What HomeKit’s commands say about the Apple lifestyle


Apple announced HomeKit to developers at WWDC last year.
Apple announced HomeKit to developers at WWDC last year. Photo: Apple
Photo: Apple

Apple is gearing up to introduce its smarthome platform HomeKit alongside the launch of iOS 9 this fall. It will let users control smart devices like lights, door locks, and thermostats from their phones. You’ll also be able to issue voice commands to digital assistant Siri, and the company has updated the list of things you can say to get things done around your house.

But when we looked at the list of commands, we noticed that Apple is making some strange assumptions about how people might be using the new automation features. Here are some of the examples Apple gives and why they have us scratching our heads.

‘Turn off Chloe’s light.’

“Chloe” in this context is probably a baby. We think. Why are you turning off her light specifically, hypothetical HomeKit user?

Maybe you’ve just picked up Chloe, so your hands are full and you couldn’t get the switch on the way out of her room. But somehow, you had a hand free to activate Siri on your iPhone or iPad. So now we’re confused all over again.

It seems like this command is only good for pranking Chloe, who is not a baby but possibly a grown person who is trying to read or something. Or it’s a really passive-aggressive way to tell a young child that it’s time to go to sleep.

Either way, this home sounds like a rough place to live.

HomeKit is all about letting your things talk to your other things.
Photo: Apple

‘Make the living room lights the brightest.’

We have a few things going on here.

In order for this command to make sense, the lights have to be on in several rooms simultaneously. And that happens, sure. But you’re also telling HomeKit that you want to leave the other lights on but just brighten up the living room. Does HomeKit do this by making the living-room lights brighter or by dimming everything else? Does it make a distinction?

Another possibility is that you are just telling Siri to make your living-room lights as bright as they can possibly be, but that’s kind of a weird way of putting it. We prefer to imagine that you have this gleaming beacon that is your living room, and every other room in the house is sitting at murky, cave-level illumination.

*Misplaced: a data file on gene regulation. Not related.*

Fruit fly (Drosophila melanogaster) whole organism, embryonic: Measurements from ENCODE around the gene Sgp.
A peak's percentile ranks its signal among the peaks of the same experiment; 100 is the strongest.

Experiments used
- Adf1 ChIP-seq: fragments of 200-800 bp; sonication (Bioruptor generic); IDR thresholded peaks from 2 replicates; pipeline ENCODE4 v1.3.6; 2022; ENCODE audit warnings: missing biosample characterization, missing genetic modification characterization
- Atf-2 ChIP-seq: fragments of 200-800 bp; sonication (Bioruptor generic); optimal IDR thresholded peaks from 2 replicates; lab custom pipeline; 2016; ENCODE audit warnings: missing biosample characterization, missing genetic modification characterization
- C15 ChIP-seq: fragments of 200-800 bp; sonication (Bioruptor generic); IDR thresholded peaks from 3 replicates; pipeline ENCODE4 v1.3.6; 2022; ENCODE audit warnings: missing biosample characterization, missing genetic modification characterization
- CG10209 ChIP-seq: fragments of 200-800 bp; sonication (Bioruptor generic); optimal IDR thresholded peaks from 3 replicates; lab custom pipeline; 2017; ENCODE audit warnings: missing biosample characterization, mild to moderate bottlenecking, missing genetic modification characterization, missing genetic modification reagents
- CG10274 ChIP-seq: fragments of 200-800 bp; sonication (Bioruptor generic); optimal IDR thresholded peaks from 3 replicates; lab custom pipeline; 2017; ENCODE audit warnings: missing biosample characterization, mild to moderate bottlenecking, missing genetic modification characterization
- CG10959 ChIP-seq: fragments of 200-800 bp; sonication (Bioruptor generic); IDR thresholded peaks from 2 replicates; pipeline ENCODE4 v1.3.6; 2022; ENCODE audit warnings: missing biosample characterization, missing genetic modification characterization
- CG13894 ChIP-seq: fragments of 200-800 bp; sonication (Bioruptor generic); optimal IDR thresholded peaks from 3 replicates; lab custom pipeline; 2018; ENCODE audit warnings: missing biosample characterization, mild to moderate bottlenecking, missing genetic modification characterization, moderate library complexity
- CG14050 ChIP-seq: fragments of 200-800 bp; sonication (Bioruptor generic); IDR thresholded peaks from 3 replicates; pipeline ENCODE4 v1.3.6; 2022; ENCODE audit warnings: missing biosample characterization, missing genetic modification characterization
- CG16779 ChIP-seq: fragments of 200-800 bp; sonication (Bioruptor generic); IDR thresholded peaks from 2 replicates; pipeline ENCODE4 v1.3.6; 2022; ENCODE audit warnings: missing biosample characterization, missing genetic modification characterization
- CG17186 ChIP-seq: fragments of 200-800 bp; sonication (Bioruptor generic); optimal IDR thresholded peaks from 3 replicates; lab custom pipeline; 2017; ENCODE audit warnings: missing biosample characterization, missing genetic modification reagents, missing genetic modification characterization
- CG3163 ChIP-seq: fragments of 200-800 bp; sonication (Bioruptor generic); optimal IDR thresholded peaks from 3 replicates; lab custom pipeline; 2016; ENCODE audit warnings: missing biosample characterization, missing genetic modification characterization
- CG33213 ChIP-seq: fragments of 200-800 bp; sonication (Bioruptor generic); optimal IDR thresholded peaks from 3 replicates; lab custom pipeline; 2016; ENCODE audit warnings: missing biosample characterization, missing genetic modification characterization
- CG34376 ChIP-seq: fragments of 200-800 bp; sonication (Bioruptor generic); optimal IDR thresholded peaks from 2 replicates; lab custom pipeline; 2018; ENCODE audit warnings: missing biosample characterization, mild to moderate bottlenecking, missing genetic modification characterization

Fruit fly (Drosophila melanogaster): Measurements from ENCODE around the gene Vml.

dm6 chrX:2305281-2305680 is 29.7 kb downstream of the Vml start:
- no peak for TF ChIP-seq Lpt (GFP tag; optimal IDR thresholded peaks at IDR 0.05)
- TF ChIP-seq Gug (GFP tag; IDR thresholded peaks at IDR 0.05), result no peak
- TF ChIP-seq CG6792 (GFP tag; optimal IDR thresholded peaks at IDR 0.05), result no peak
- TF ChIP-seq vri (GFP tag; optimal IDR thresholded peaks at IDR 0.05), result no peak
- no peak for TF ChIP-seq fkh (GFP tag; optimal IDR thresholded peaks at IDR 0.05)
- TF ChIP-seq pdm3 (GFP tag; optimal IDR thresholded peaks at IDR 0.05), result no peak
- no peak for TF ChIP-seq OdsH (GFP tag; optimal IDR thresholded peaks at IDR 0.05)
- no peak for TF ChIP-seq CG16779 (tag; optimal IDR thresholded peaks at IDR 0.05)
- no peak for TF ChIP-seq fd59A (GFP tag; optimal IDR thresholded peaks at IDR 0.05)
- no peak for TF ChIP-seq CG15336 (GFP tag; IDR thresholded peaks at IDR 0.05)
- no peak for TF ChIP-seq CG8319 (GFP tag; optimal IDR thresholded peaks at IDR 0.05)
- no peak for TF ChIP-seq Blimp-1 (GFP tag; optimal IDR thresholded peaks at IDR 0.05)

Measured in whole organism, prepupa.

Regardless, we’re hard-pressed to think of a situation where you’d want this.

‘Set up for a party, Siri.’

HomeKit will let you create predefined “scenes” like preset equalizers on a stereo. In this case, you’d probably be telling Siri to adjust lighting, turn on the radio, and set the thermostat to a certain level with a single command.

And that’s cool, but we can’t figure out who has so many parties that are so different from normal life that they have to set up a macro for their robot assistant. Why not be extra granular and say, “Set up for a dinner party” or “Set up for a ‘special’ party”?

Maybe that second one is why you’d want to dim the lights in your other rooms.

“I hope I don’t accidentally turn on the solid-gold lamps instead of the platinum ones again. That’s so embarrassing.”
Photo: Texas Instruments

‘Set the Tahoe house to 72 degrees.’

Alright, now Apple is just being snobby.

You all have so many houses that you’d need to specify which one you want to adjust the thermostat in, right? Maybe HomeKit can also give your maid the day off and fuel up the Rolls instead of the Lamborghini, too.

We know that automating a house isn’t going to come cheap, and you’ll have to buy all-new stuff if you want to get in on it, but Apple may have fumbled on this example. The company wants to show how versatile and far-reaching HomeKit is, but it’s taking a pretty upper-crust route to delivering that message.

If the Internet of Things is supposed to sound cool, fun, and futuristic to everyone, this is a fumble. A better example to get the same point across might be “Siri, turn the light on in the tool shed” or “Hey Siri, let’s make my brother think his house is haunted again.”

See? Now I really want HomeKit.

Via: Apple